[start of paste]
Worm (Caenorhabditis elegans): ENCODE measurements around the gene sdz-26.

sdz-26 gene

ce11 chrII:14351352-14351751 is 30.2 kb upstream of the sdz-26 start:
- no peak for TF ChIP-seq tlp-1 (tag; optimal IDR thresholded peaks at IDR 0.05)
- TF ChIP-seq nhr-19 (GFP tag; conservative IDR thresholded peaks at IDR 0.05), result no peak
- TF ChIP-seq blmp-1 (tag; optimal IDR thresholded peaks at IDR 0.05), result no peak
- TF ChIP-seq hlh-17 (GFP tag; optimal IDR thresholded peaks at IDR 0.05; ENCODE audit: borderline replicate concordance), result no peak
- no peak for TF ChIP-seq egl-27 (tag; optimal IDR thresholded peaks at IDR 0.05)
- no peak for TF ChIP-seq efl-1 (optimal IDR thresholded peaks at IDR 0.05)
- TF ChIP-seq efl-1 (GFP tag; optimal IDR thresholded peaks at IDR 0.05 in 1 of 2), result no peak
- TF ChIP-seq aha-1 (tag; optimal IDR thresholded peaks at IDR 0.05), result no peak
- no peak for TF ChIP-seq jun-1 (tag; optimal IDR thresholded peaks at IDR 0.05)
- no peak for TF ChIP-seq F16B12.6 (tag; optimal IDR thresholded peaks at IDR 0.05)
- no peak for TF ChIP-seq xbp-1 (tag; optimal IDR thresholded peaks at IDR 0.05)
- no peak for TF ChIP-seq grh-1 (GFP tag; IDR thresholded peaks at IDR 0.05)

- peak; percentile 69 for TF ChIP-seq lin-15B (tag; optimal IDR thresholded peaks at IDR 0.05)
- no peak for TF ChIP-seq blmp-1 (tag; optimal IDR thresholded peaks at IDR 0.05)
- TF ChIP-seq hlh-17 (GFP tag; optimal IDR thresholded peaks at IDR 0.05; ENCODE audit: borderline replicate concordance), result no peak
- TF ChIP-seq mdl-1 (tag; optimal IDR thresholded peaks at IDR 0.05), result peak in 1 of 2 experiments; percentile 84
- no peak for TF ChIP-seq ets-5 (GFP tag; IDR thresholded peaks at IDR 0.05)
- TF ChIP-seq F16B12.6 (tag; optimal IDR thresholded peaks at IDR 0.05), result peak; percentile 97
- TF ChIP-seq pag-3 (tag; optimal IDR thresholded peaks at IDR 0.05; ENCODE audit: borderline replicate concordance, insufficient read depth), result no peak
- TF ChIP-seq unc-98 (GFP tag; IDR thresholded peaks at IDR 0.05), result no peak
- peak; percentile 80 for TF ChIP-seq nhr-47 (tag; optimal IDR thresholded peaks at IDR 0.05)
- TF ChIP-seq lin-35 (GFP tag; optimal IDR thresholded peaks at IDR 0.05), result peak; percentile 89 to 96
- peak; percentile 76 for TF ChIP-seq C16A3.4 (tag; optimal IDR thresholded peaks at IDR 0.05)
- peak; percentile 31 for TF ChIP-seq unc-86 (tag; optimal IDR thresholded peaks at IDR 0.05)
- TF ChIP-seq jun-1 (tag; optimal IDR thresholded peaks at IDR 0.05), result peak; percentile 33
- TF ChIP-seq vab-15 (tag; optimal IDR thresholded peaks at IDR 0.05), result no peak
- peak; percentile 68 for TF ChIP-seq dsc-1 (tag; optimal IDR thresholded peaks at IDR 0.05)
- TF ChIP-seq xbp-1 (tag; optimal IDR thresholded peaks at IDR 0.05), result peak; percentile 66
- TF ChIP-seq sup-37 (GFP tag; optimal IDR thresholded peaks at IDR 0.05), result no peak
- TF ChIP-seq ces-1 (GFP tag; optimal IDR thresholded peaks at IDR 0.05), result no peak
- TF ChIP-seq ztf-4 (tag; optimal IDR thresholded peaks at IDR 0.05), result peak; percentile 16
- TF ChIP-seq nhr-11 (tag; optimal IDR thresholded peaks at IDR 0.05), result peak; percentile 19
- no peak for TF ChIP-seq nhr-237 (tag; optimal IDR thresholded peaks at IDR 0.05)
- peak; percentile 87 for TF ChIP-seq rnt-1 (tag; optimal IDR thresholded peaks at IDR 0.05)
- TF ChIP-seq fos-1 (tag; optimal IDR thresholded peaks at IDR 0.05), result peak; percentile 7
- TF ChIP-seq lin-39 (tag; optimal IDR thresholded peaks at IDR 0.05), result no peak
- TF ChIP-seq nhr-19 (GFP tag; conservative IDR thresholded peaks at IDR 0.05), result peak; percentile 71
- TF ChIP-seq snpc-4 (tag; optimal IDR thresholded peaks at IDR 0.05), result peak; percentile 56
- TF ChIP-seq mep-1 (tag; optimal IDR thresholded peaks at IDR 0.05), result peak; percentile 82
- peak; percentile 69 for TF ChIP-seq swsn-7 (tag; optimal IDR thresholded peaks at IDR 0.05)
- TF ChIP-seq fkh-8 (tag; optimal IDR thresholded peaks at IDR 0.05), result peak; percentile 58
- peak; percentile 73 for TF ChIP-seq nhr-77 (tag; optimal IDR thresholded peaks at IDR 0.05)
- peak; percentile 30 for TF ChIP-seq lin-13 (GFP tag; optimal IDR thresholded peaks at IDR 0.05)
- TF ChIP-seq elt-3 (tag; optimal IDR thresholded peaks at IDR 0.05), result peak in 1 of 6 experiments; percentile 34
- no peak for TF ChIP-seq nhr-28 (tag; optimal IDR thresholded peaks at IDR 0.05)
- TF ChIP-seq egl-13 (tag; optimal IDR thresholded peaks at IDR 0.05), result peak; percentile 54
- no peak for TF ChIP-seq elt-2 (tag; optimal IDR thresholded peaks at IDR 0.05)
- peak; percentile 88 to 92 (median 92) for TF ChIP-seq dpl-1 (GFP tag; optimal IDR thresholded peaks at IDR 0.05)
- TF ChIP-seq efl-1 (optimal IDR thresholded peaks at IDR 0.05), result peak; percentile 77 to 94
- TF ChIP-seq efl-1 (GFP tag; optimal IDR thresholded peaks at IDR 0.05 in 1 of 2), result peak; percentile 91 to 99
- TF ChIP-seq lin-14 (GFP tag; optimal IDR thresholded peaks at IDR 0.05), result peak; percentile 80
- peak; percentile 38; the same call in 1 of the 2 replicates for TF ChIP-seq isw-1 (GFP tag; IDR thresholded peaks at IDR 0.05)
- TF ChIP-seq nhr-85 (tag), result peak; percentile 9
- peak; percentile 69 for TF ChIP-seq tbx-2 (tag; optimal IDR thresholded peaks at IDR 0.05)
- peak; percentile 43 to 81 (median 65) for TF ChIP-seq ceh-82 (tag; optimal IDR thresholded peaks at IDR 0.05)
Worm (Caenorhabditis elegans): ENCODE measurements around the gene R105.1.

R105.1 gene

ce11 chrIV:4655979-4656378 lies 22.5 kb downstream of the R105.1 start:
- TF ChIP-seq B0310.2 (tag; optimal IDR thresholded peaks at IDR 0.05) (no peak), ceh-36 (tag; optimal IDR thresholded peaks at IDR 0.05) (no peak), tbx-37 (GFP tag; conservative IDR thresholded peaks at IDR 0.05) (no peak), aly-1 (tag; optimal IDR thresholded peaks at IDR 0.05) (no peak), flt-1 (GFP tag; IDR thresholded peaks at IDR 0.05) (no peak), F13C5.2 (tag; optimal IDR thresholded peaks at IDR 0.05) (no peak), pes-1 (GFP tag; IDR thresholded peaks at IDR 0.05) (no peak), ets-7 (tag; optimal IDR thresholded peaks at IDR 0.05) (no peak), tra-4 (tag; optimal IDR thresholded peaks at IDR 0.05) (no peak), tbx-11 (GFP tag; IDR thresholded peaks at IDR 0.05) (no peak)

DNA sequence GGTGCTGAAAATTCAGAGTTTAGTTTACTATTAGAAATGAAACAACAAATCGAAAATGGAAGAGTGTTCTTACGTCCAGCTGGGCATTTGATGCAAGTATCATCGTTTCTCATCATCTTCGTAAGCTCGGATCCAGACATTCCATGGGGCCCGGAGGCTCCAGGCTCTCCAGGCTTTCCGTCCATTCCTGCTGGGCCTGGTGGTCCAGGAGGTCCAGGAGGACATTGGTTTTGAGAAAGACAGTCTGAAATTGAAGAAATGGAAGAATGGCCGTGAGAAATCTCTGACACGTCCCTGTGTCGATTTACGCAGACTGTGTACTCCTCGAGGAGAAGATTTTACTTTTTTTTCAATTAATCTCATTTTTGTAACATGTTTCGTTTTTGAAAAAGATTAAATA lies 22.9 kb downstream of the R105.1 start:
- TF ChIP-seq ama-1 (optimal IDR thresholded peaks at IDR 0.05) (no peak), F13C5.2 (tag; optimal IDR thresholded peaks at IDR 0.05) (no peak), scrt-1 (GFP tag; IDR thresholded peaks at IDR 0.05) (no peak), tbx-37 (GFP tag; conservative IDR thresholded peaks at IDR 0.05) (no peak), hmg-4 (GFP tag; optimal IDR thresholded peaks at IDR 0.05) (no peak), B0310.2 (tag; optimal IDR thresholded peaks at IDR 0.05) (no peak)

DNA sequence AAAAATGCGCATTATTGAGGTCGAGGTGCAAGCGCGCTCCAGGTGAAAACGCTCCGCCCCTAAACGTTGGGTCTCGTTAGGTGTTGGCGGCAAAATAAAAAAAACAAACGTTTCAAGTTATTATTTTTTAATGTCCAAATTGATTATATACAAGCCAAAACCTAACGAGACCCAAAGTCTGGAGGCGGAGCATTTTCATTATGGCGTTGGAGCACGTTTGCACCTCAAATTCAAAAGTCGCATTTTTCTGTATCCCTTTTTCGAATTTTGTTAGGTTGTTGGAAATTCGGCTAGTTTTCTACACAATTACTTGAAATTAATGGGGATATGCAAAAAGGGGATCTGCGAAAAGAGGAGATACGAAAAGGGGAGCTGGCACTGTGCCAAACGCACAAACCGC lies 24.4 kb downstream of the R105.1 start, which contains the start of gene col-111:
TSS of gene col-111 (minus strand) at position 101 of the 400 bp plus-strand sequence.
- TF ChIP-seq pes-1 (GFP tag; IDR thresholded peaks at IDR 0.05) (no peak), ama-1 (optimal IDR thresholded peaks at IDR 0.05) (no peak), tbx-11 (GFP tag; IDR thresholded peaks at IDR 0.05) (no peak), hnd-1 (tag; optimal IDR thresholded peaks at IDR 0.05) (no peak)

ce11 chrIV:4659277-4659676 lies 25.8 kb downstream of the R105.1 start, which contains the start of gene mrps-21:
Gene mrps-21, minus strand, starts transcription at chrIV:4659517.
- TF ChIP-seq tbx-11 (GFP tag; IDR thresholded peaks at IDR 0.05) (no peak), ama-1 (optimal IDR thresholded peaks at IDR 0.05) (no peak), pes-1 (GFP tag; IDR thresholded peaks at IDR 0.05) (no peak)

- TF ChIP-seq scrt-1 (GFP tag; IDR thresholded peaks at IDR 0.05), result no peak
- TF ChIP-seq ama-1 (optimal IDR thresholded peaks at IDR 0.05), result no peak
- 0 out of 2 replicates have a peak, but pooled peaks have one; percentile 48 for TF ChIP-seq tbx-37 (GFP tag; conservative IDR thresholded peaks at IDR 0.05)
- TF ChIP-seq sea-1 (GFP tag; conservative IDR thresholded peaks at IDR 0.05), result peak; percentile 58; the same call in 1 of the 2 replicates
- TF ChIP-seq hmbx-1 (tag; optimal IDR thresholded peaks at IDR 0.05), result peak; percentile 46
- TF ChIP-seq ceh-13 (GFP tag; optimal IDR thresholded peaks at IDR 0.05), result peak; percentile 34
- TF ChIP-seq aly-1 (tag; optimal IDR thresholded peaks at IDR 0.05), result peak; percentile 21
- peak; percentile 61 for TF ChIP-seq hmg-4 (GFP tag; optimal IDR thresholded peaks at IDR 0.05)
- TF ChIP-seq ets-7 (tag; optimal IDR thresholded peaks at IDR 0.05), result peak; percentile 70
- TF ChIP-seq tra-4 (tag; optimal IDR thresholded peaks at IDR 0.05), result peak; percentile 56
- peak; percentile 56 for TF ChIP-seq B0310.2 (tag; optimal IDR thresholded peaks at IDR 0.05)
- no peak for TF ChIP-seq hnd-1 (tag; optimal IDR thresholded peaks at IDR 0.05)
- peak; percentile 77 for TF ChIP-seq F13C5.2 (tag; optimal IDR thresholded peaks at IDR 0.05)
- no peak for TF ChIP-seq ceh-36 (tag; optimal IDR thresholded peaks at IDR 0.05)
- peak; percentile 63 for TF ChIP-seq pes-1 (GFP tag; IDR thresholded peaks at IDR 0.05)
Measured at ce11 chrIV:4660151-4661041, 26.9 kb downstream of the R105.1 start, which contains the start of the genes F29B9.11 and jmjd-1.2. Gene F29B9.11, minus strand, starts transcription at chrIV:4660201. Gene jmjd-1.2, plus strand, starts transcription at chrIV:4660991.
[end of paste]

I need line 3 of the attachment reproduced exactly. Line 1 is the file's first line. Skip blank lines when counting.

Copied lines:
ce11 chrII:14351352-14351751 is 30.2 kb upstream of the sdz-26 start: